Common Causes Of Wrongful Conviction

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One of the seven most common causes of wrongful conviction is eyewitness misidentification. In fact, out of the seven most common causes, it is “the greatest contributing factor to wrongful convictions proven by DNA testing, playing a role in more than 70% of convictions overturned through DNA testing nationwide” (Innocence Project). This problem comes about when a witness to a crime identifies someone, wrongly, as the perpetrator. “The human mind is not like a tape recorder” and our memories are greatly affected by many different factors which play a role in how we process an event that took place. Similarly, witnesses are known to change their mind about the appearance of a suspect when given new information and will often make “hesitant…show more content…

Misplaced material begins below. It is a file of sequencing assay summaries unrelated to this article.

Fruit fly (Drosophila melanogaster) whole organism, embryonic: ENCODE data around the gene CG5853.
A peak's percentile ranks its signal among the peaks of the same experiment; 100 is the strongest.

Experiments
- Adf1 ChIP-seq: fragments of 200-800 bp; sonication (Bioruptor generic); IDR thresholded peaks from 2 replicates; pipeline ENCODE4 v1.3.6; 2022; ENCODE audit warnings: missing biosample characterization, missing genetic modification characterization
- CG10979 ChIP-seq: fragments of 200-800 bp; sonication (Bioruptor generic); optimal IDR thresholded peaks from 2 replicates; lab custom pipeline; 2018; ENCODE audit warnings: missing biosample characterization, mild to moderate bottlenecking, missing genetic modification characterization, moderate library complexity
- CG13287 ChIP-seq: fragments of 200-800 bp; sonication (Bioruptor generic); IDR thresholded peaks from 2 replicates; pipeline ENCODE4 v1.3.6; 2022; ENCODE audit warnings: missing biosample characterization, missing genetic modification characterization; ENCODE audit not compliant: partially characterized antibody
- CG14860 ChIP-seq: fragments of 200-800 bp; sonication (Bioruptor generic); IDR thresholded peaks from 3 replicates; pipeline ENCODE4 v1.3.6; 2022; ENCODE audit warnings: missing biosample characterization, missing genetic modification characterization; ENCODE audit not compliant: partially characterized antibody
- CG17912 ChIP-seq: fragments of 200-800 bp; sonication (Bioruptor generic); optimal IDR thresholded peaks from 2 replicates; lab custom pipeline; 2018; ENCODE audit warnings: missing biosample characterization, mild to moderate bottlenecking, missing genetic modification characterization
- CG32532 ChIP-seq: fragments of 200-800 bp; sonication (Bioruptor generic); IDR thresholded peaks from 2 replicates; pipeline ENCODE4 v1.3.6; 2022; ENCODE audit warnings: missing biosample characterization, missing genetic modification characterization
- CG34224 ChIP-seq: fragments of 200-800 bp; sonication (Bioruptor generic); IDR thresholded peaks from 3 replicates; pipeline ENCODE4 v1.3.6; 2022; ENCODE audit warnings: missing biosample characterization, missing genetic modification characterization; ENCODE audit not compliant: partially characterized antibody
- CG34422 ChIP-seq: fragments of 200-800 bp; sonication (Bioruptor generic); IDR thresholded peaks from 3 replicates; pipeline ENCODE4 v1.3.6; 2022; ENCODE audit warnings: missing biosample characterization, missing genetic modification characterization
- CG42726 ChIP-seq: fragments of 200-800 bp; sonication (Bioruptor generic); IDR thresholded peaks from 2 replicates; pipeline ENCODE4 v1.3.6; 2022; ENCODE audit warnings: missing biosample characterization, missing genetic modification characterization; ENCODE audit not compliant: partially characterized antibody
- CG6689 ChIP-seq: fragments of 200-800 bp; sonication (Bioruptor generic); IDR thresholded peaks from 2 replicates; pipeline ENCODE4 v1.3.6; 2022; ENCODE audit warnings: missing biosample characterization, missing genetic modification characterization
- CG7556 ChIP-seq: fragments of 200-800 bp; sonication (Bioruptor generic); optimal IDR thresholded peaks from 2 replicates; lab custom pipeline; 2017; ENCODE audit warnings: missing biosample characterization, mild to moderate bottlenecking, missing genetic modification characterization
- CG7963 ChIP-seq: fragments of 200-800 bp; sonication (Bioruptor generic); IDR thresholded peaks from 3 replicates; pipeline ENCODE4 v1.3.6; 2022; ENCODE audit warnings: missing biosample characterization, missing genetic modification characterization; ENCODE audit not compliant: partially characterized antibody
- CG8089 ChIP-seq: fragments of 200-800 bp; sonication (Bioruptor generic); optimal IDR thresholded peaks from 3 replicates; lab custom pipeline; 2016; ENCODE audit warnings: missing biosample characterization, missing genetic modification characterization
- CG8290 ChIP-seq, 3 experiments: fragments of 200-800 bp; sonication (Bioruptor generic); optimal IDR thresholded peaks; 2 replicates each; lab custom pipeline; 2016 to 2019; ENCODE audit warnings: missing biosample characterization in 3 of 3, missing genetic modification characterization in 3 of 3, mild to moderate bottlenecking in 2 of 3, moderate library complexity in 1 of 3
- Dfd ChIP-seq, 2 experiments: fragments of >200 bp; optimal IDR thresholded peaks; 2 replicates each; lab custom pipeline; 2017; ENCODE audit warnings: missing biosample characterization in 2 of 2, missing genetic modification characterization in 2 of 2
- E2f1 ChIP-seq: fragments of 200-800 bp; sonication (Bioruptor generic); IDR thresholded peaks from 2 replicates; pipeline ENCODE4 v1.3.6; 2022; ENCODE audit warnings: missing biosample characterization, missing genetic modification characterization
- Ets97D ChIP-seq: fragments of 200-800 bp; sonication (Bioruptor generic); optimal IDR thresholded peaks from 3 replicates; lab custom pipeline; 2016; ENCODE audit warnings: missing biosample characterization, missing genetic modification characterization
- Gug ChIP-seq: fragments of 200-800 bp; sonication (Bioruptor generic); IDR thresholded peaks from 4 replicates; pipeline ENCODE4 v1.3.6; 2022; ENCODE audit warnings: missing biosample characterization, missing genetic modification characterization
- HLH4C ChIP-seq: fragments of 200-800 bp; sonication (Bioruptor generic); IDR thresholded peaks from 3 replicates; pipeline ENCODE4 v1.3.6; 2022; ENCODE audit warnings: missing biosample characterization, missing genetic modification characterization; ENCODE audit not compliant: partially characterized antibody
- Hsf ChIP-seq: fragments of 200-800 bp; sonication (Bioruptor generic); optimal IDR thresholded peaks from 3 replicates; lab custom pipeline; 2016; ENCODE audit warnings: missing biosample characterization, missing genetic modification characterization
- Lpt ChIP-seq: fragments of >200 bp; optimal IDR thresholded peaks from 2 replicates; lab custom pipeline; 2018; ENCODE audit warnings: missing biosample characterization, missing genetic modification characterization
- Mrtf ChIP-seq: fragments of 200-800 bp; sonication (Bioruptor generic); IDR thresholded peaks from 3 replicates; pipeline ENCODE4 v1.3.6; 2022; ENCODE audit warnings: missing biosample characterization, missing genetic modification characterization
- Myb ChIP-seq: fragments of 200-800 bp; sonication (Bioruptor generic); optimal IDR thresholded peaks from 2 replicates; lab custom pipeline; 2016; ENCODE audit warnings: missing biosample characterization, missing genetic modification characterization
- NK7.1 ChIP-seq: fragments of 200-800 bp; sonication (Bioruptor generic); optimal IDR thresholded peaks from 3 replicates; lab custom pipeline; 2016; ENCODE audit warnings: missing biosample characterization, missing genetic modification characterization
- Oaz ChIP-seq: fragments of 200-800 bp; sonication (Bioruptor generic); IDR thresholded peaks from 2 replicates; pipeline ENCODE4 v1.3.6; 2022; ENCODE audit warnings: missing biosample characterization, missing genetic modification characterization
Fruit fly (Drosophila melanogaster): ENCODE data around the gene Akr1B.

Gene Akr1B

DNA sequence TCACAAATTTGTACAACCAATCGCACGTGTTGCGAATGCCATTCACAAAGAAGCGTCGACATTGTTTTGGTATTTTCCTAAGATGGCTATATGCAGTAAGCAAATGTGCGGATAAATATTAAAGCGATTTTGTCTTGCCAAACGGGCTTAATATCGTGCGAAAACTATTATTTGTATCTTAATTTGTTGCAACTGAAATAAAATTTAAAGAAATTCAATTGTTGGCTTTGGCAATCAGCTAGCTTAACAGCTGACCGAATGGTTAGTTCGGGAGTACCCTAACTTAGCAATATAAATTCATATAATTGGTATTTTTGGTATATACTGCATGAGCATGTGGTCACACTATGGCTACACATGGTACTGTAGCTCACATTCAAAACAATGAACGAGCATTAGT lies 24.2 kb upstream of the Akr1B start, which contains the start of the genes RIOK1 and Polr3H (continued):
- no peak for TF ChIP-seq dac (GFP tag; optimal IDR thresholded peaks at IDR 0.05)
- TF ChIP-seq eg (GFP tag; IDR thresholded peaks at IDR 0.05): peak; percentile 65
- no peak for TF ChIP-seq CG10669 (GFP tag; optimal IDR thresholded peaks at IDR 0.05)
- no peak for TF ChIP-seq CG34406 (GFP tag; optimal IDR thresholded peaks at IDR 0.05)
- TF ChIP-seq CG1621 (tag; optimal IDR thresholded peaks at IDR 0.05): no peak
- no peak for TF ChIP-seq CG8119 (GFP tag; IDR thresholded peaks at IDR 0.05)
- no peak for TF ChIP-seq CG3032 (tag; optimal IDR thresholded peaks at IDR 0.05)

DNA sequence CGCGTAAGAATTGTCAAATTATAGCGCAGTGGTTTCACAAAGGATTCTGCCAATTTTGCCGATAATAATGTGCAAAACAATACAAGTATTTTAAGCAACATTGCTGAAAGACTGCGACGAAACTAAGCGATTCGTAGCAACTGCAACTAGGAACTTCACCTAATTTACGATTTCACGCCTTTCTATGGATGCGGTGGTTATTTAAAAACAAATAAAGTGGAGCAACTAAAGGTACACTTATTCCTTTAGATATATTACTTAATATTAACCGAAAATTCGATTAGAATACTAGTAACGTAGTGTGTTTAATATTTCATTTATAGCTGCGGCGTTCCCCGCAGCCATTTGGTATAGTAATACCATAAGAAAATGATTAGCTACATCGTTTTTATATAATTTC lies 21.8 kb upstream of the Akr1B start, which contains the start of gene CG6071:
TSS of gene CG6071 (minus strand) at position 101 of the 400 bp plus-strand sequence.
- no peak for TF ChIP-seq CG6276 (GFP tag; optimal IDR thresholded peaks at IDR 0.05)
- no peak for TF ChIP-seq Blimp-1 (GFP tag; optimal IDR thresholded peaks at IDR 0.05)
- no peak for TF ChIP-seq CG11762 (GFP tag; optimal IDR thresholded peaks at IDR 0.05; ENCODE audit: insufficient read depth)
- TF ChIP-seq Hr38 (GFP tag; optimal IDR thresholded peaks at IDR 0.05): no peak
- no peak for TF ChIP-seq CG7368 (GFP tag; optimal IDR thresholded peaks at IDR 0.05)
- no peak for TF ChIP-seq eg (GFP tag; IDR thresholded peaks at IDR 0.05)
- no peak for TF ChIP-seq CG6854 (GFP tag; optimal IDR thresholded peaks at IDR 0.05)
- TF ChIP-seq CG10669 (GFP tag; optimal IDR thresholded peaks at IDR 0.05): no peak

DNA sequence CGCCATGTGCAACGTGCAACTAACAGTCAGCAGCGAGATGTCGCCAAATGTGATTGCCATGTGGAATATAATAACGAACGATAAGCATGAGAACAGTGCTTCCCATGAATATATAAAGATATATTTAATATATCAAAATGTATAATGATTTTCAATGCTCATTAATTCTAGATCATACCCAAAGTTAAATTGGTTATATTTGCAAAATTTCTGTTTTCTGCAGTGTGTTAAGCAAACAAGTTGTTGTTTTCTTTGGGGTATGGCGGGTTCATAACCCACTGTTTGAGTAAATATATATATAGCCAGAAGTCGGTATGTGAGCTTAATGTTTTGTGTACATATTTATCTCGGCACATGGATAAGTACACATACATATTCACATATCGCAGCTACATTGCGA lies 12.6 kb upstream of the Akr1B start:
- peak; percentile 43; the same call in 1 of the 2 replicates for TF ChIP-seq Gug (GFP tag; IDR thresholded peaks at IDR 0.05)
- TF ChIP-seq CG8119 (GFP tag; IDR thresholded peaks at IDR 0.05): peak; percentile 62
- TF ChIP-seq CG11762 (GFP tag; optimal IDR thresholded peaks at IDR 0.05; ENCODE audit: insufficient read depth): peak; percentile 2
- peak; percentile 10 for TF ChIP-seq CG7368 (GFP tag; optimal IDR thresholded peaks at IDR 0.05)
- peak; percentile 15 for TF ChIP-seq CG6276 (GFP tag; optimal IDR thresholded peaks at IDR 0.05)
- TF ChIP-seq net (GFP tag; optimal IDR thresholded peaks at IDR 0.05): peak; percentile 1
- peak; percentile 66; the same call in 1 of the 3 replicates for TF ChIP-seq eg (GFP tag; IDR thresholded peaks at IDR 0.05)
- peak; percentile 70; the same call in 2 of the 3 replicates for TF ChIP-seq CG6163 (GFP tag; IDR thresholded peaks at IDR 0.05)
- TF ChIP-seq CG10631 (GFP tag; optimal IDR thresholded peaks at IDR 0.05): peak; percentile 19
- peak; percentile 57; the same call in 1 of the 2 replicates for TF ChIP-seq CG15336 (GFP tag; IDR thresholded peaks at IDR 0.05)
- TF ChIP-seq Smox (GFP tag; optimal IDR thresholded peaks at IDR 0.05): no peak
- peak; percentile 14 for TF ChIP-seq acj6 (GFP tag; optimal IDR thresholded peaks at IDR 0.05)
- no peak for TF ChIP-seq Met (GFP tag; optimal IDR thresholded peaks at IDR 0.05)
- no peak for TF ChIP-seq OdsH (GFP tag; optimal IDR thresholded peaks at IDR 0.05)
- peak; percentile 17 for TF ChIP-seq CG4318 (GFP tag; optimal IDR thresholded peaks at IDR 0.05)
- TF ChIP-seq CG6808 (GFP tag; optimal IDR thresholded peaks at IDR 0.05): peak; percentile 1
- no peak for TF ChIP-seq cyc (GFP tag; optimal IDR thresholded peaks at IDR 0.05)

It has contributed to “nearly half (45%) of DNA exoneration cases” (Innocence Project). Misapplication of forensic science is a broad category that encompasses unreliable or invalid forensic discipline, insufficient validation of a method, misleading testimony, mistakes, and misconduct. This categorization makes it easier for the Innocent Project to advocate for general policy changes and to document and analyze specific incidents/cases. A specific example of the misapplication of forensic science is the conviction of Steven Avery. “Steven Avery, at the age of 22, was wrongfully convicted of rape. He spent almost twenty years in prison before being exonerated through DNA testing” (Innocence Project). He was accused of raping a woman, named Penny Ann Beernsten, who happened to be jogging alongside a lake before being dragged into a wooded area and then assaulted. She identified Steven as the perpetrator because of his stunning resemblance to the actual rapist. The forensic mishap occurred when “a state forensic examiner testified that a hair recovered from a shirt of Avery’s was consistent with Beernsten’s hair but did not present qualifying information about the limitations of hair microscopy” (Innocence Project). Thus, with only an incorrect witness identification and a careless examiner’s presentation of hair microscopy, Steven was convicted of a crime that he did not commit. Forensic evidence is obviously a strong force for conviction because no one is going to argue with the science. Thus, when the jury and the judge see a forensic examiner testify that hair matches with the suspect, they will most likely lean more toward conviction. One way that a case like this could be prevented in the future is by “Supporting judicial training and other efforts to ensure that future decisions in admissibility consider the validity of a forensic test in general, and the validity
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